etc. Make up your mind to re-assemble the piece exactly as it was. If there'
s screws left over, you did a sloppy job.
Final test the piece, and satisfy yourself that there is no possibility of
leakage current between any exposed metal and the AC line. There are several
ways of doing this. Please refer to the manufacturers' service data or your
textbooks.

Decide how to politely tell friends, family, freeloaders and cheapskates
that you must charge appropriately for your work.

Welcome to the exciting world of electronics repair.

Mark Z.



"Sofie" > wrote in message
...
> George:
> Based on your original posting, a manual and a schematic are NOT going to

be
> much help to you...... it will only be of most use to an experienced and
> knowledgeable tech with the proper test equipment, tools, replacement

parts,
> etc. In fact, most techs will repair this kind of problem without the
> manual and schematic.
> The Sansui 9090 is a very nice old and powerful receiver and is worth
> repairing. Take it to a repair shop BEFORE any failed, botched or

aborted
> home repair attempts and at the very least get a repair cost estimate so

you
> can make an INTELLIGENT repair decision with facts instead of internet
> guesses.
> --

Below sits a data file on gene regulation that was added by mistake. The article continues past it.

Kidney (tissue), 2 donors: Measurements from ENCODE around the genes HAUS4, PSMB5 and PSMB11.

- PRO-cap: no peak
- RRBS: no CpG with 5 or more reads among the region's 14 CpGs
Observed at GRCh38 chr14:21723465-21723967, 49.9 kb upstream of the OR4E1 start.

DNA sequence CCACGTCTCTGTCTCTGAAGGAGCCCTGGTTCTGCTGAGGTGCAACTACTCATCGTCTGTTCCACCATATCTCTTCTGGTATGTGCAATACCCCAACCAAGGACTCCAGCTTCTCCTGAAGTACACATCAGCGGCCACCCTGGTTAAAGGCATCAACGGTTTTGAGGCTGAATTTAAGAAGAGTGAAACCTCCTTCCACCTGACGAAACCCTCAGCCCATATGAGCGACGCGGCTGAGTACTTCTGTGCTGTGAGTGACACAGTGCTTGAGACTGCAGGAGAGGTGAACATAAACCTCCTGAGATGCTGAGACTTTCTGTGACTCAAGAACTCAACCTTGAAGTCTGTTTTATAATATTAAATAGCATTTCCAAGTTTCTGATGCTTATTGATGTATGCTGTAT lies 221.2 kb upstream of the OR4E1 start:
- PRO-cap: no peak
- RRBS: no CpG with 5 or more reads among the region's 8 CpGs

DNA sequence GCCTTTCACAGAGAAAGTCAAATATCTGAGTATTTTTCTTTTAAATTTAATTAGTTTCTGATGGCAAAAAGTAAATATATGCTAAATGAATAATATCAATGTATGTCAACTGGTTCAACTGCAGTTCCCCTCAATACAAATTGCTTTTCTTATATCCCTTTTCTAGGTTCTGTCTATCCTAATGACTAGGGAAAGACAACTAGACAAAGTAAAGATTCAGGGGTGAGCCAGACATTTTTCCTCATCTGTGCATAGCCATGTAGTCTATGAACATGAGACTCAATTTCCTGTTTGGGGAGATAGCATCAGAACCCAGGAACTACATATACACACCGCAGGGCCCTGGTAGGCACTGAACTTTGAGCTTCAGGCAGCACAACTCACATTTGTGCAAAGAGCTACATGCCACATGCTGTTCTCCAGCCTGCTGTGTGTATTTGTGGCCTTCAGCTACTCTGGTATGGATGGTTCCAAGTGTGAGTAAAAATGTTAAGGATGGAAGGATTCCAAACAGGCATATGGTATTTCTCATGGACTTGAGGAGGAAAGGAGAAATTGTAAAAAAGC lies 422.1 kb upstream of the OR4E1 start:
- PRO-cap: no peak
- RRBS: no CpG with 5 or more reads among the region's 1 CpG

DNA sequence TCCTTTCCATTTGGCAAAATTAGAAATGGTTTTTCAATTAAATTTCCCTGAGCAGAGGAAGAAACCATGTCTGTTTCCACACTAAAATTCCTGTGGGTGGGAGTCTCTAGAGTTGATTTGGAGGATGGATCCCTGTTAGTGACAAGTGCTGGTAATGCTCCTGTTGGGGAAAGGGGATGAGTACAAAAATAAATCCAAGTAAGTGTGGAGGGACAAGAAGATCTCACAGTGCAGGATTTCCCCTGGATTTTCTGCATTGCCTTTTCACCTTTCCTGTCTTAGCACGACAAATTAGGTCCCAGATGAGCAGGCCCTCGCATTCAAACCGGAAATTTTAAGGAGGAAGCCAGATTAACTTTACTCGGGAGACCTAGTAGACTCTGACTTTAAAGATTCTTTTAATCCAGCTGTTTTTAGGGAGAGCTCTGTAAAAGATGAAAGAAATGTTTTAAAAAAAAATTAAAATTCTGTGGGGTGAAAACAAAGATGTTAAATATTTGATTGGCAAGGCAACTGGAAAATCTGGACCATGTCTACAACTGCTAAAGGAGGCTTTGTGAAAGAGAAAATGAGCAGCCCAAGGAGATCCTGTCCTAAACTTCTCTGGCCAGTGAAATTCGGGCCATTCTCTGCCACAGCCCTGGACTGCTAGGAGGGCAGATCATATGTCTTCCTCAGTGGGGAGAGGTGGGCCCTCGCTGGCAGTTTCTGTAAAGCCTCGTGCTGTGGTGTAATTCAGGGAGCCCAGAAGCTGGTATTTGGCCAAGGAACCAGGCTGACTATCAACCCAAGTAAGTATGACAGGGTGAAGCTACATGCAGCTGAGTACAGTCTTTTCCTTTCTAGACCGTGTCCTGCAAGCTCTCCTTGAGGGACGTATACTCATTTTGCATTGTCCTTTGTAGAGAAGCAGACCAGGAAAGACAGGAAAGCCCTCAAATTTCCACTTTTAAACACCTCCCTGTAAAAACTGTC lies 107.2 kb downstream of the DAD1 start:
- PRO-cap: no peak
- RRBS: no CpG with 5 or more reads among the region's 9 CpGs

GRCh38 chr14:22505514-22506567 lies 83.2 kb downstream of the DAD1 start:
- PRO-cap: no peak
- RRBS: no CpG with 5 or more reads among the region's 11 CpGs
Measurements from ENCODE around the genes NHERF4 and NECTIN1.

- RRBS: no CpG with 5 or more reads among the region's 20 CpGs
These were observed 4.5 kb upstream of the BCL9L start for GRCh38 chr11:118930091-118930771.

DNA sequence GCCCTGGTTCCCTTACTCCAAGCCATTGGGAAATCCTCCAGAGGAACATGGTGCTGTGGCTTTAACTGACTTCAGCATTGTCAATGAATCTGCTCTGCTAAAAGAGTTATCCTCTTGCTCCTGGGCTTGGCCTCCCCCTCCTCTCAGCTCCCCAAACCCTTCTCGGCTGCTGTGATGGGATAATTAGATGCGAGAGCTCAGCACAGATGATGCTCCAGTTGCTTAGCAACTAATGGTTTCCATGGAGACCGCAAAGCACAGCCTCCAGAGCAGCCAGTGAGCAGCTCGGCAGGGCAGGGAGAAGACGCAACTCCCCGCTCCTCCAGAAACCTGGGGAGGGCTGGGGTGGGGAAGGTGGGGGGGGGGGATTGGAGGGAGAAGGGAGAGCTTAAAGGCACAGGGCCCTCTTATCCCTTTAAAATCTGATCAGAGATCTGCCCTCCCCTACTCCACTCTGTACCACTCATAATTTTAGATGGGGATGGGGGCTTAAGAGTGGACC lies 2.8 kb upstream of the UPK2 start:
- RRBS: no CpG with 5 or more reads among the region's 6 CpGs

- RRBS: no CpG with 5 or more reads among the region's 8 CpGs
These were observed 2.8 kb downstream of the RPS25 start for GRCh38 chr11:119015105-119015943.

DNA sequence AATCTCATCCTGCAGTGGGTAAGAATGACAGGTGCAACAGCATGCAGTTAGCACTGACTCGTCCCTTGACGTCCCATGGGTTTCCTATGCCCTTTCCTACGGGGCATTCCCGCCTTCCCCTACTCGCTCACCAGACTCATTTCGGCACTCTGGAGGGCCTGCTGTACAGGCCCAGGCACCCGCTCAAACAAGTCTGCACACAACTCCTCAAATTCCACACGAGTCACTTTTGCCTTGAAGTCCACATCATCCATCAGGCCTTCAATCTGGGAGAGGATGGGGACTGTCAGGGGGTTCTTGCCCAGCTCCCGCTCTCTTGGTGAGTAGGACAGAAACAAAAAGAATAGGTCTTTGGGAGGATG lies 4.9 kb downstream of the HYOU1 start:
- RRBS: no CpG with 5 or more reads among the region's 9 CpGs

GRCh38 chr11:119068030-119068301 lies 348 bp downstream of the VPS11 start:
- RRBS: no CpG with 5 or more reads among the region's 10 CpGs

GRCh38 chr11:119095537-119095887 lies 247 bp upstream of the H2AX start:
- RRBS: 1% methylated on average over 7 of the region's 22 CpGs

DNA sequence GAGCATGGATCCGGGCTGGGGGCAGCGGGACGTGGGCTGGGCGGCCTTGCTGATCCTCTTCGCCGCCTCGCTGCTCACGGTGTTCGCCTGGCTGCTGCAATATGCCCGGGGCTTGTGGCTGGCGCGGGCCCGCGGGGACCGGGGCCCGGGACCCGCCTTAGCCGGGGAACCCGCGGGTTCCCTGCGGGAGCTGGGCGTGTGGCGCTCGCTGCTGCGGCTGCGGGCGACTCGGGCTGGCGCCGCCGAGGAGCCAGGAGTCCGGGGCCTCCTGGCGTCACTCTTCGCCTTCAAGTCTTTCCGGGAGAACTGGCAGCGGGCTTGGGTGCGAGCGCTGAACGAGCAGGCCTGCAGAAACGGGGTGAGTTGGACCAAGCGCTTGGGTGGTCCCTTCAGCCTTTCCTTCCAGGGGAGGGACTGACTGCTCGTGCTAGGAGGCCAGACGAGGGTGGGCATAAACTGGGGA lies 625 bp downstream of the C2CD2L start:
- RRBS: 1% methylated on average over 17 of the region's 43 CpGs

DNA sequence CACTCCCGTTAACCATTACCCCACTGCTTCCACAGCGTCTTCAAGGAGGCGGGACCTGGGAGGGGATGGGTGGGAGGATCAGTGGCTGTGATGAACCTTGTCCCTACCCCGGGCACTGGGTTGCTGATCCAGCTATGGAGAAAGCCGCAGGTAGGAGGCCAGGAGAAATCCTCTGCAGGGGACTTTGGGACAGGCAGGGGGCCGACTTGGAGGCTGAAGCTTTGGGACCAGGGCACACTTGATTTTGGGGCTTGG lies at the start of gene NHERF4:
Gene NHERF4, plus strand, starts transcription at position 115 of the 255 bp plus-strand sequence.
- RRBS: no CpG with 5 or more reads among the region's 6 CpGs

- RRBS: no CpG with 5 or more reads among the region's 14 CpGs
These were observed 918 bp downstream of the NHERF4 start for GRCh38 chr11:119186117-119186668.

> Best Regards,
> Daniel Sofie
> Electronics Supply & Repair
> -----------------------------------
>
>
> > > Today I turned on the Sansui 9090 and the flashing red protector

light
> next to
> > > the power button continuously flashed and the stereo never did go on.

> The tuner
> > > seemed to be picking up signals, as evidenced by the signal meter,

but
> the
> > > sound output meters registered zero and no sound came from the

speakers.
> Usually
> > > the light flashes red for a few seconds, turns green and then the

tuner
> and
> > > stereo activates. Can someone tell me what the cause might be and if

> there is a
> > > simple fix> > I don't have a manual for the unit, and have no idea

what
> the protector light is
> > > for. Can someone tell me where to obtain a manual?
> > > Thanks.
> > > George

>
>
>



Ads
  #2  
Old July 31st 03, 10:48 PM
Rep
external usenet poster
 
Posts: n/a
Default Problem: Sansui 9090 Protector Light Flashing Red

Message like the one you have below implies that you have way too much
lead in your system! You forgot to include wear a mask, do your
soldering on a ventilated system and wash your hands after.

"Mark D. Zacharias" > wrote in message . earthlink.net>...
> OK, I've been waiting to post this. Here it goes:
>
> First, learn some electronic theory and fundamentals, so that you will not
> injure or kill yourself, and so you will know a bad part when you find one.
> It is critically important to understand theory of operation and signal-flow